time for a rethink on the left!
      National and ACT have won the war on neo liberalism !
      The majority of New Zealand that vote have aspirations to be wealthy one day Most will never attain that goal but dream they will so are happy to play along with the neo liberal propaganda!

  5. Jay 5

    Thanks Adam I should be alright. Not counting on letting old anymore though!

  6. dv 6

    BM
    Nat Debt clock
    88,964,425,200

    Interest
    $4,358,741,701 per yr

    Shame about the tax cuts?

    • BM 6.1

      Shame about the WFF and the interest free student loans and the DPB and the dole and all the other hand outs people now expect.

      I have no problem with the people who provide the income for all the above services to get a small break.

      Lets be honest, it’s not like that money is being stashed in a mattress, it’s out their keeping people employed.

      • repateet 6.1.1

        I’m looking forward to getting home from my employment to count my tax cut. It’ll be easier to understand than 88,964,425,200. Which won’t be 88,964,425,200 any more of course, it’ll be closer to 89,964,425,200 by then.

      • AmaKiwi 6.1.2

        “it’s not like that money is being stashed in a mattress, it’s out their keeping people employed.”

        Building highways that will create ever larger traffic jams, urban congestion, CO2, and dirtier air. Brilliant.

        I wonder how much Fulton Hogan donated to Key.

      • dv 6.1.3

        BM The small break was about 1 billion

        Heard of GST BM?

        How come SFC got bailed out?
        Tiwai pt?
        Solid energy
        Joyces radio stn

        etc

        • Rob 6.1.3.1

          This is a reply to dv in 6.1.3

          SFC

          So what would have happened if SFC did not get bailed out, remember it was actually Labour that brought in the original finance company protection scheme as they could also see the risk to the predominately baby boomer population as well. The damage that has been done to baby boomer investors in the very unregulated financial investment markets through Labours last years will probably become the defining summary of that Govt. National probably did not have a choice but to extend the scheme as they could see the huge societal risk as well.

          Tiwai Point.

          It will probably be gone in 2017 as I think that is when the next round of electrical negotiations come around . It will also probably mean the end of of regional Bluff as a contributing and growing city. You want to keep people in employment in the regions?

          Solid Energy

          Yep too many tries at loose innovation, particularly in Bio oils and the like. Bloody expensive and risky to get that type of innovation successfully commercialised. Management team did spend money like drunkin sailors on new initiatives. History shows that they should have kept to their core business of mining coal.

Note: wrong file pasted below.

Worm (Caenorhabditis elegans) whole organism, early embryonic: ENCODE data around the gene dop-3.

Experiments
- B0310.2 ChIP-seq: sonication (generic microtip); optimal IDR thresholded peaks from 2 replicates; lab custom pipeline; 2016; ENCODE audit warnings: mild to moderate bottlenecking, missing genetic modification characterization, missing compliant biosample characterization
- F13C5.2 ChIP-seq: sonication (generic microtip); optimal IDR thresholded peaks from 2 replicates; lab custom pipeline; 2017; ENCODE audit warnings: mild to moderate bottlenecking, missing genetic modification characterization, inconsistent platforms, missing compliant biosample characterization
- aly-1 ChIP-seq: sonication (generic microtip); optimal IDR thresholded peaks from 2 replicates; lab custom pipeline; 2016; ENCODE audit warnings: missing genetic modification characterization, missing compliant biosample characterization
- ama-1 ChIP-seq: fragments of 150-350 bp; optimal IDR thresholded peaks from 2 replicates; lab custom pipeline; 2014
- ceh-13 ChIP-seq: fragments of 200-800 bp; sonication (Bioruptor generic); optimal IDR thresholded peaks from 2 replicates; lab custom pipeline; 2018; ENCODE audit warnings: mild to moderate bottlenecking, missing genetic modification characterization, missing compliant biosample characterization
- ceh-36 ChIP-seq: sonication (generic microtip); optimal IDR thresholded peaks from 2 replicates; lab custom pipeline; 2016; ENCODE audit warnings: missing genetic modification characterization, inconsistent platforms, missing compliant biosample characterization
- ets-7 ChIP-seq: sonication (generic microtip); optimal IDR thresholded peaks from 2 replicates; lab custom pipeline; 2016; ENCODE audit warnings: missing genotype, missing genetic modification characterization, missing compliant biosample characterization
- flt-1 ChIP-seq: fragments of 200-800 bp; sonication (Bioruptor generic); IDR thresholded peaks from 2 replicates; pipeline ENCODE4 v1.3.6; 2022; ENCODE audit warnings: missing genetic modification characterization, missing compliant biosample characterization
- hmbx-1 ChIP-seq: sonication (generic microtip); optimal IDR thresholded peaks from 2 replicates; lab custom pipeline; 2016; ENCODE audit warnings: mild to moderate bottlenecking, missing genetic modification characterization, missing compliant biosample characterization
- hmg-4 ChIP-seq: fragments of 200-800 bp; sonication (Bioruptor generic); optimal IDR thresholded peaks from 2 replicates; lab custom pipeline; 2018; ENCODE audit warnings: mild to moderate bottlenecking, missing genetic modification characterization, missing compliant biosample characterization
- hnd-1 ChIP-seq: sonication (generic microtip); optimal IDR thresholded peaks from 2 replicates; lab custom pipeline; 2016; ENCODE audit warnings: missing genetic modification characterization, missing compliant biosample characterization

Joyces radio station.

          So you would like the whole commercial mass media market to reduce to one player and one voice. You complain about compliant media now, imagine what that model would have looked like.

          • dv 6.1.3.1.1

            My point was that BM was one eyed in terms of who got help from the govt.

            It seems to me BM can’t have it both ways.

            However the SCF case is smellier.

            These are notes made from a Paul Caruthers video from memory may be 2- 3 weeks ago, source from a DimPost comment by Victoria Adams

            Interesting that video has now been taken down.

            It is a 25 min listen.Some key pts from memory

            The notes

            English and Key renewed the Govt guarantee the day after they got into power against treasury advice

            The got Hubard to put a couple of his own valuable company into SCF – scale and helicopter line(?), which he did willingly.

            Lotsa comments made that hubbard was fraudulent- thus reducing the co value!!
            Day after the assets were transferred? they charged him with fraud

            Powers ‘illegally’ used an act to freeze the assets

            Westpac got quite a lot from the Govt under the guarantee
            Power moved to Westpac
            Sold the a very valuable asset (Scales) to Keys next door neighbour (across the rd) for 44m
            Later listed the next year on stock market for 144m?

            And when Hubbard died in the crash, he had a court case pending against the govt.
            Apparently the autopsy reports and all the file re the the case are sealed!!!

            • Sarah 6.1.3.1.1.1

              Those comments are just so far out of touch. Paul Carruthers means well but timing is all out .

              Allan Hubbard place assets in to SCF 28 Feb , the same day the anonymous complaint was written (and originally said to have been received at secom). 28 May Hubbard resigns within days the George Kerr equity is changed to Debt (more cost to Taxpayers aka compliments of MOF Treasury) and the inspectors are only then sent in to Aorangi (given the compliant was acknowledge 28 Feb)

              SCF was accepted in to original GG on the day Key took office, but PGGW and Marac were the first entities accepted …. that is the key to all this.

              The value of hubbard’s assets were talked down in media – as another company did and noted in media with it share value prior to rights issues but for different reasons, one to successfully recap the other to destroy the company and reap assets at firesale prices